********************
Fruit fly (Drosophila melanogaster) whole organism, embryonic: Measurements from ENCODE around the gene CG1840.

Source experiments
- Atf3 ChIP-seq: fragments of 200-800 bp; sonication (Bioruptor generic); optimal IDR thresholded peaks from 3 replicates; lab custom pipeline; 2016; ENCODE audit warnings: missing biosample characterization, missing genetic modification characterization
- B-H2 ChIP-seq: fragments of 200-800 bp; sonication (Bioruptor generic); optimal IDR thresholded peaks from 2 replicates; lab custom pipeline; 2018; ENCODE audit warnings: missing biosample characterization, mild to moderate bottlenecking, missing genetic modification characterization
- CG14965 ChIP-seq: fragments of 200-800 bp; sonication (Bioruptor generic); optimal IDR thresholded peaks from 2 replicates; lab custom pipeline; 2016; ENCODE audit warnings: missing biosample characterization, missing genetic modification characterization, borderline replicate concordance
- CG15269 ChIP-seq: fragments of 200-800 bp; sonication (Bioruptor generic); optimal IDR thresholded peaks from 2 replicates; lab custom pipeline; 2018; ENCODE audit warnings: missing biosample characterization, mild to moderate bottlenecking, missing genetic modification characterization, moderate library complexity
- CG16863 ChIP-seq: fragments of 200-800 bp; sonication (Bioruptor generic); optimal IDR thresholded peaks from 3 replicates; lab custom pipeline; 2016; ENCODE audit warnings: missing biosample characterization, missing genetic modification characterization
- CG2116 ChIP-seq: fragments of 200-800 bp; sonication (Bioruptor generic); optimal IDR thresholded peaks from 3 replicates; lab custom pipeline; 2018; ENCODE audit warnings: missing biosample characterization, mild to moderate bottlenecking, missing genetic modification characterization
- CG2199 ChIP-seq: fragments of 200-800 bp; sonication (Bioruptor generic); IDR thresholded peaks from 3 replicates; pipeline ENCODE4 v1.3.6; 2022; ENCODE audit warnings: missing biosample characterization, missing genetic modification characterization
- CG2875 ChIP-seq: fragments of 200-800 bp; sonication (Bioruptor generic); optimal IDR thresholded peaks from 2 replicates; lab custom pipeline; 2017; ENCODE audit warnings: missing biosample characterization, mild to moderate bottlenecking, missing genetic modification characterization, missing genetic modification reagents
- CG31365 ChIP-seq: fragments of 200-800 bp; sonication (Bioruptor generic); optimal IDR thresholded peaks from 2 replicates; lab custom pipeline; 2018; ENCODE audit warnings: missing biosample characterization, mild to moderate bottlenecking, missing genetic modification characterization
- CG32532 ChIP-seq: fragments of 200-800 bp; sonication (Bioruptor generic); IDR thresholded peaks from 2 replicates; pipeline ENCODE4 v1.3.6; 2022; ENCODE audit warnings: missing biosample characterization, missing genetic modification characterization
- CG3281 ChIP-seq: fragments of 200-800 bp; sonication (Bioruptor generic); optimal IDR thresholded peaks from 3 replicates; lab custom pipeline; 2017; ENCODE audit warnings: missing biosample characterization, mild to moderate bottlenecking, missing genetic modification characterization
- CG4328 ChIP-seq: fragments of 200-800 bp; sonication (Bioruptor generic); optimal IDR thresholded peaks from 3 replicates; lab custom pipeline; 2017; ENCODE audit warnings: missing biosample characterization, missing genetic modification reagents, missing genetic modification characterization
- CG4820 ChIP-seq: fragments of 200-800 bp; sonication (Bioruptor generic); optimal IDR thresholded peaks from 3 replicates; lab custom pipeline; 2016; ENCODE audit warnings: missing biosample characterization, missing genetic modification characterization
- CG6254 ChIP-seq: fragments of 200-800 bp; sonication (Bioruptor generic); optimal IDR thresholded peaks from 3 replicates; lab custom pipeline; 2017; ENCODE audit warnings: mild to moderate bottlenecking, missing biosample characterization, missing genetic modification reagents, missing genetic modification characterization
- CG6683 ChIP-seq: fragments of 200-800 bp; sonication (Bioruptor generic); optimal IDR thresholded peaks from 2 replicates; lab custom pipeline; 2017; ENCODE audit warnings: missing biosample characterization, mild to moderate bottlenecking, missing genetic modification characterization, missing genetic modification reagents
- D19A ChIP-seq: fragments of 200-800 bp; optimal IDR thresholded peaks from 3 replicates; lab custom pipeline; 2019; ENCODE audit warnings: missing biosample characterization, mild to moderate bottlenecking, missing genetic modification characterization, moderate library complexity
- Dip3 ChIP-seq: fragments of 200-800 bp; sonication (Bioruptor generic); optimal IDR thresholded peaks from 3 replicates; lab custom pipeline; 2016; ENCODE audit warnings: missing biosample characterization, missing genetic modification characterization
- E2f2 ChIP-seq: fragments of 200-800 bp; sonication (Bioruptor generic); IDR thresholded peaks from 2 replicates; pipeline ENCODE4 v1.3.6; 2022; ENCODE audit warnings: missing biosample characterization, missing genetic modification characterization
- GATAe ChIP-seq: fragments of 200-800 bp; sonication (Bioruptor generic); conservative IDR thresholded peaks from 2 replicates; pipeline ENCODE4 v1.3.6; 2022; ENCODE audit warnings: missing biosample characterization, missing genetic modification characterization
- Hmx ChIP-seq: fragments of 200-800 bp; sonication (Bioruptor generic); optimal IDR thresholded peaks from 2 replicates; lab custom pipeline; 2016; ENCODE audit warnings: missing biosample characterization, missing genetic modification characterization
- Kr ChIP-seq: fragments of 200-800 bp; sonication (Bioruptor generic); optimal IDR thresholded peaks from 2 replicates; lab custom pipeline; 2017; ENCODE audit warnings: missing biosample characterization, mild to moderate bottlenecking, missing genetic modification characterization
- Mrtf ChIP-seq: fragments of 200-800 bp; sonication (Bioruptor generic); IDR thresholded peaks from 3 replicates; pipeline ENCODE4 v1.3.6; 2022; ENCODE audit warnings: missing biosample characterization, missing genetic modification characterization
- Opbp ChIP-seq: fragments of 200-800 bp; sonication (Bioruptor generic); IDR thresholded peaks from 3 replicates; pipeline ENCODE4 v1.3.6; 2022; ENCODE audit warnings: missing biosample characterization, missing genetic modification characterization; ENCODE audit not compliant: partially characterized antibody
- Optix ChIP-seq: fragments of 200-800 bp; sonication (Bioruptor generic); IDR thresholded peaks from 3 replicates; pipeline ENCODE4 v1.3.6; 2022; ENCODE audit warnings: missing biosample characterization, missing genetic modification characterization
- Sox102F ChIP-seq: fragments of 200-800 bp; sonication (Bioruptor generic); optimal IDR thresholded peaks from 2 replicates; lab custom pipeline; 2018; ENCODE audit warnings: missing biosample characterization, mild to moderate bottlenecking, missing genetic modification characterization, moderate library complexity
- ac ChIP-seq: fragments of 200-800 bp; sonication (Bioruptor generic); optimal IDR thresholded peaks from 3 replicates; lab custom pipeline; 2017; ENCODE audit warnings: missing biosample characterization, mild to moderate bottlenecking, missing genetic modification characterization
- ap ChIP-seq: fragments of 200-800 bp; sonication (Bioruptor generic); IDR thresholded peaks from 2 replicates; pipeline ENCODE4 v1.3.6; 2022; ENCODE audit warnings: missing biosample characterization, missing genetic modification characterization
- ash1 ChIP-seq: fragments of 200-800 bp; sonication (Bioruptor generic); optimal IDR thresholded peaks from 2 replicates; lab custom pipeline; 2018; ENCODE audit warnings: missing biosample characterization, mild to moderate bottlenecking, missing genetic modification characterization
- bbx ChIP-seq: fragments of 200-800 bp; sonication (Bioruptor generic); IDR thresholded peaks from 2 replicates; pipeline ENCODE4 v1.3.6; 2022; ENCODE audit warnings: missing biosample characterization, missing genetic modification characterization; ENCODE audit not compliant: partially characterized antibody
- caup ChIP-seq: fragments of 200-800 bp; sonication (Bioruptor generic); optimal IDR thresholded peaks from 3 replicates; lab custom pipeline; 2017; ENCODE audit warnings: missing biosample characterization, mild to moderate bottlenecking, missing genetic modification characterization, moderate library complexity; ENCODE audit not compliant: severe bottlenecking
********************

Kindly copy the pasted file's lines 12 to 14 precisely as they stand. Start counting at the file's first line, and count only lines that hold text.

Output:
- CG32532 ChIP-seq: fragments of 200-800 bp; sonication (Bioruptor generic); IDR thresholded peaks from 2 replicates; pipeline ENCODE4 v1.3.6; 2022; ENCODE audit warnings: missing biosample characterization, missing genetic modification characterization
- CG3281 ChIP-seq: fragments of 200-800 bp; sonication (Bioruptor generic); optimal IDR thresholded peaks from 3 replicates; lab custom pipeline; 2017; ENCODE audit warnings: missing biosample characterization, mild to moderate bottlenecking, missing genetic modification characterization
- CG4328 ChIP-seq: fragments of 200-800 bp; sonication (Bioruptor generic); optimal IDR thresholded peaks from 3 replicates; lab custom pipeline; 2017; ENCODE audit warnings: missing biosample characterization, missing genetic modification reagents, missing genetic modification characterization